neckamphorablackAlexander had two officers named Cleitus, Black Cleitus and White Cleitus. Black Cleitus led Alexander’s bodyguard, and he was right at his side in Alexander’s first battle in his Conquest of Asia, the Battle at the Granicus River (334 BCE).

Near the outset of the contest, Alexander dashed out ahead of the main body of cavalry to do hand-to-hand combat with the Persian commanders. His bodyguard quickly surged around him. No sooner did Alexander dispatch one foe, than another struck him a stunning blow on his helmet as another raised his sword to dispatch him. But Black Clietus severed the upraised arm before it could strike. If he had not, World History would have been vastly different.

Thus began a decade long series of wars, conquests and travails. At last his men grew weary. And it was Black Cleitus who gave voice to their lament. Black Cleitus’ sister Lanice, had suckled Alexander as his wet nurse . And Black Clietus had been a trusted commander for years under Alexander’s father, Phillip, when Alexander was a child, distinguishing himself in the wars to consolidate the Greek city states under Macedon’s banner.

At court one day, while Alexander and his generals were lounging around the wine table, Black Cleitus gave loud, insistent voice to the men’s discontent at the endless campaigning. Alexander became enraged and ordered the guards to seize Black Cleitus. They would not. And so Alexander went for a sword. . .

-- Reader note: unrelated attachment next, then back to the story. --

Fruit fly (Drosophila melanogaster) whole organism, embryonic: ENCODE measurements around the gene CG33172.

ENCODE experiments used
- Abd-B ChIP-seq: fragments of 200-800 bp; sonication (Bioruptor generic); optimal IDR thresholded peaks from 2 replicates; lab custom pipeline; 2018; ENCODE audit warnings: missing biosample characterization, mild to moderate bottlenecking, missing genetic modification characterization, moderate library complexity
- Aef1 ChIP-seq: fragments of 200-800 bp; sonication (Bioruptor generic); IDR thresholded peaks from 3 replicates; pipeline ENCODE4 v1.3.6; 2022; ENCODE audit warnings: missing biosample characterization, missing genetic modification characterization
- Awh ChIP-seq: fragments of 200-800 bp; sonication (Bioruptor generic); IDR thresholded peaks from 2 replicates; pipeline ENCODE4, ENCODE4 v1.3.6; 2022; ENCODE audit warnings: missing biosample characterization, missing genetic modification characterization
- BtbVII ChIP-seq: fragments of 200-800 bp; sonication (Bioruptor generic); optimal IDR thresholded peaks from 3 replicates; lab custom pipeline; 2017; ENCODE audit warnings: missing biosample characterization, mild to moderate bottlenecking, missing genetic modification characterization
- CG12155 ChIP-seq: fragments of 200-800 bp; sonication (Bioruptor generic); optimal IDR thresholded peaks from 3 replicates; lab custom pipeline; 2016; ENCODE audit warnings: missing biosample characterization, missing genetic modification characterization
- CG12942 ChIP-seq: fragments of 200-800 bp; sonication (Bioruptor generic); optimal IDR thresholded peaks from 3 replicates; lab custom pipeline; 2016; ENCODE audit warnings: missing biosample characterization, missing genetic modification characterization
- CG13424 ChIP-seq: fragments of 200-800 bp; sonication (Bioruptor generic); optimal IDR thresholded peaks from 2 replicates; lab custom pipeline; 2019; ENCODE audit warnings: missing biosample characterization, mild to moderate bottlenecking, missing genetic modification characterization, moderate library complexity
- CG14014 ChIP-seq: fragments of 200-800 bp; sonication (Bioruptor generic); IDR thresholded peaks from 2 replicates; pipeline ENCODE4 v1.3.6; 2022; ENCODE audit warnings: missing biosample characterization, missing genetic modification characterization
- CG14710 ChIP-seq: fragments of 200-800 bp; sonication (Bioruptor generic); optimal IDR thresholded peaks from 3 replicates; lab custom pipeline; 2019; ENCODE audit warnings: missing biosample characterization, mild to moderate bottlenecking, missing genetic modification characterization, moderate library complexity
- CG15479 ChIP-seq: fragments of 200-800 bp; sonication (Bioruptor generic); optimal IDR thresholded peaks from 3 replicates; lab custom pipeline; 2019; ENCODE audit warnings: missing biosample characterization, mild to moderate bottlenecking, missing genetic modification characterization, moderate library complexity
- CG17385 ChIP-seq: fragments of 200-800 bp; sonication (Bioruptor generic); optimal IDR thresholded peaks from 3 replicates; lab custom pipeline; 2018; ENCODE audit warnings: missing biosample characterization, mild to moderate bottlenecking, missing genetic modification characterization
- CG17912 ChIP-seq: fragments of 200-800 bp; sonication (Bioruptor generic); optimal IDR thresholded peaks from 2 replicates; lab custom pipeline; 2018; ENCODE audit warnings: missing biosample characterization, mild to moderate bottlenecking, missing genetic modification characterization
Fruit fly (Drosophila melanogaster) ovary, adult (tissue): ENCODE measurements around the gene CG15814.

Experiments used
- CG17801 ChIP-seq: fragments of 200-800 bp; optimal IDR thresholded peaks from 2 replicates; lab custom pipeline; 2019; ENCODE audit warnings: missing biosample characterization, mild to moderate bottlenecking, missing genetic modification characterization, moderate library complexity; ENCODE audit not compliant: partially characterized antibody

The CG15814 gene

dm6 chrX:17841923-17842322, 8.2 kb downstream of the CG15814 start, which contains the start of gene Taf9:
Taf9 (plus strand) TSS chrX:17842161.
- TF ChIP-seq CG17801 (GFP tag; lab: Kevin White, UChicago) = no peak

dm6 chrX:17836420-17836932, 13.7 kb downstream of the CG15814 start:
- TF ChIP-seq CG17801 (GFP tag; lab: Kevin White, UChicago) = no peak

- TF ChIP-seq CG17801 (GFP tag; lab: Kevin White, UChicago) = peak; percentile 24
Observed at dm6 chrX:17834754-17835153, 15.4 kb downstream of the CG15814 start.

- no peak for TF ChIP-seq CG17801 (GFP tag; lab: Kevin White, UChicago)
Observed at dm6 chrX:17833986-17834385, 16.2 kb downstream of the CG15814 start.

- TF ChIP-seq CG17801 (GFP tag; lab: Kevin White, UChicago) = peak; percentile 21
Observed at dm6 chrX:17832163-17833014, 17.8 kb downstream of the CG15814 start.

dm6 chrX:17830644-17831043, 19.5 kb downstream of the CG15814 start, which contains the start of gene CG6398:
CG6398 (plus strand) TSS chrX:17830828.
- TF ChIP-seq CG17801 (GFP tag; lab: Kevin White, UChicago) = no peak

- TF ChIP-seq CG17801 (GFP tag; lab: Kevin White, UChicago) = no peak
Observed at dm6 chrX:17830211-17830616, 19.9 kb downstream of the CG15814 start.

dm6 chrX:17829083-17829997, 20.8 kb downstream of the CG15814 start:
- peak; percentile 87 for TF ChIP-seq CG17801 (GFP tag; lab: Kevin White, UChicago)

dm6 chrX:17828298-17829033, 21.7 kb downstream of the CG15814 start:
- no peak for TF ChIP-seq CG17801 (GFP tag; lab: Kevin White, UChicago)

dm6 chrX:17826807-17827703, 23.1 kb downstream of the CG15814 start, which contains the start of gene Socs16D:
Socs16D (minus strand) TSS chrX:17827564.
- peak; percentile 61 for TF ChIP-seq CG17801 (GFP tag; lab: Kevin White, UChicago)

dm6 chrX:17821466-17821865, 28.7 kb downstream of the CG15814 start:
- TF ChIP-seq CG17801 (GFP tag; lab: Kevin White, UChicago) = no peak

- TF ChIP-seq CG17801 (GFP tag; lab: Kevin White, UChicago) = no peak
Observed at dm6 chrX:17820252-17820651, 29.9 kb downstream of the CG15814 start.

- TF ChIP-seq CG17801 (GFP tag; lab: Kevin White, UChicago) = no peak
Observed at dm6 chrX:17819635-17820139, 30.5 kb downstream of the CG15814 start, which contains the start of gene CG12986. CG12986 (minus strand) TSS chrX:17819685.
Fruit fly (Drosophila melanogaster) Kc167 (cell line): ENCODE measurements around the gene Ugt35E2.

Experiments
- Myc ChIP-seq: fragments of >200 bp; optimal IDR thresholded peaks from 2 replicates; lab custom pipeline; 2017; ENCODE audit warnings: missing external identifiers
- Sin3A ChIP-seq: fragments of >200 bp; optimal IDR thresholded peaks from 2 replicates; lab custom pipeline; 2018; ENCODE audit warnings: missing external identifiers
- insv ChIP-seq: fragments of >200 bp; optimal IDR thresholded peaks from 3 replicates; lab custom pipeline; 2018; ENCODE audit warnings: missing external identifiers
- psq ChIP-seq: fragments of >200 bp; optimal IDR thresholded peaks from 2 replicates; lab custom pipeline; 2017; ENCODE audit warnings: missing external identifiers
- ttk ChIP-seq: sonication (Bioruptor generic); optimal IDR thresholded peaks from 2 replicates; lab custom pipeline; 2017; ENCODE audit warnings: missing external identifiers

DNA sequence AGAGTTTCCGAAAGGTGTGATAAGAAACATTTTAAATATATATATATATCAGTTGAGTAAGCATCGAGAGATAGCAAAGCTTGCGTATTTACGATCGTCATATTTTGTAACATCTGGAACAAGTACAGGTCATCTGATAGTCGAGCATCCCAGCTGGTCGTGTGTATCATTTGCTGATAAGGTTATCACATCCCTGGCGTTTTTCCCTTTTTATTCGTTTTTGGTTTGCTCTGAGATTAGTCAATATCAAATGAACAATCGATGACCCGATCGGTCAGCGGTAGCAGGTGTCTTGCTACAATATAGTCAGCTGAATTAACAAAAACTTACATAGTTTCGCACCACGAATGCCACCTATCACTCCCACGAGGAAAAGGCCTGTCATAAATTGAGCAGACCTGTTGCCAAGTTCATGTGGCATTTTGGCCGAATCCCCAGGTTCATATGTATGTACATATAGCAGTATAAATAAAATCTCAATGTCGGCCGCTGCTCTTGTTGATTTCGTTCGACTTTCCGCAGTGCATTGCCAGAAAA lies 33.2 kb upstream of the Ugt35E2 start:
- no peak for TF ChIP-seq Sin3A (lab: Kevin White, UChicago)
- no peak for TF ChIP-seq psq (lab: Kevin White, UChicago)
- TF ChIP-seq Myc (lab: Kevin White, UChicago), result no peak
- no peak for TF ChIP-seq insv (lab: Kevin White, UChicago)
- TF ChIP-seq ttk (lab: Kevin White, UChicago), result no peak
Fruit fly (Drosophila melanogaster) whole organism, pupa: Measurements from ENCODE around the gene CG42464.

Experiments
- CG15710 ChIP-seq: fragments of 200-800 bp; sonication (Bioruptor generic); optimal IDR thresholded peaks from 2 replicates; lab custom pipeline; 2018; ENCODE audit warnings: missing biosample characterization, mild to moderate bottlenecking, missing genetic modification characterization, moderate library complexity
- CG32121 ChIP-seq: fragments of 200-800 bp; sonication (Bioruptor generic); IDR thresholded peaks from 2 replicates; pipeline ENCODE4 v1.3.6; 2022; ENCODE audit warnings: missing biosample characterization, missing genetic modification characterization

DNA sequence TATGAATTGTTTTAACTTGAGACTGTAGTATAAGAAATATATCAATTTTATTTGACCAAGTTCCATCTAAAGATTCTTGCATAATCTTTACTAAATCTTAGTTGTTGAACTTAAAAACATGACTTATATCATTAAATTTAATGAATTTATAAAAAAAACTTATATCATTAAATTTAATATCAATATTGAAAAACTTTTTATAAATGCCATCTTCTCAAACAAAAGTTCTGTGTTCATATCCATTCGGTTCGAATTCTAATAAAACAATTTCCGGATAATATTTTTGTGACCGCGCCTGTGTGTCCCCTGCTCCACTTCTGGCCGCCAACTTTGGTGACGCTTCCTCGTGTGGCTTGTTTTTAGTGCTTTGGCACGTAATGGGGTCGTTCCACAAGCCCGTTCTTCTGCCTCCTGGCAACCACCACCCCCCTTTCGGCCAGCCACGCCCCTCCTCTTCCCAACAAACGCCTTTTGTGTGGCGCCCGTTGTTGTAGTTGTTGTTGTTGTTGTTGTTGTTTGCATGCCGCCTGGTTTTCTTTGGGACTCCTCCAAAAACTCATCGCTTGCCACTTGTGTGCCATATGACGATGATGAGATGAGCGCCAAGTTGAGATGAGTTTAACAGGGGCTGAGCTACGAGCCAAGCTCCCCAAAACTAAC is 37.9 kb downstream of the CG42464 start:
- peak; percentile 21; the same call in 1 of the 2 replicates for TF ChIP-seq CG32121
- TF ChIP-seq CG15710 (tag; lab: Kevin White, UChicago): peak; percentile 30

Alexander had inherited the kingdom of Macedon from his father, Phillip. Macedon was located on the northern fringes of the Greek speaking people. From this hinterland region Phillip organized a full-time, fiercely disciplined standing army. Unlike the small, warring Greek city states to the south, Macedon was a large expanding territory. All the outlying regions Macedonians conquered were annexed, and all able bodied men thus became citizens and soldiers. Macedon’s dominion stretched north towards the Black Sea region, where it is believed the Egyptian Pharaoh Sesostris, in the course of his conquests, had long before left a large contingent of soldiers whose descendants populated the area.

. . .Those present at the argument in the Royal Court, removed the sword before Alexander could get to it, and they quickly hustled Black Cleitus out of the room. At this point, Alexander cried that he was facing a mutiny and ordered the guards to sound the alarm to bring the entire camp to battle order.. .

So given that Macedon stretched to the Black Sea, given that he was known as Black Cleitus, as opposed to White Cleitus, and given that his sister Lanice was Alexander’s wet nurse, is it not likely that Cleitus was, in fact, Black?

. . . The guards ignored Alexander’s direct order, and refused to gove the alarm. Meanwhile, Black Cleitus was safely out of the way. So Alexander would have time to cool down. But he did not. Cleitus suddenly came charging back into the room to vociferously continue the dispute. This time Alexander did reach a weapon, and he killed him on the spot.

For a while there was danger of a real mutiny. Meanwhile, Alexander fasted and mourned for days, at points crying how could he ever face Lanice again after two of her sons died fighting under his banner, and he had just killed her brother. Eventually, the men fearing he would perish leaving them stranded thousands of miles from home, begged him to come to his senses. . .

However, the question, “Was Clietus Black?” is really quite an anachronistic query. The notion of “race” did not exist in the fourth century BCE. So what we are really saying is, “If Black Cleitus lived today, would he be considered Black?” ( Arthur Lewin, )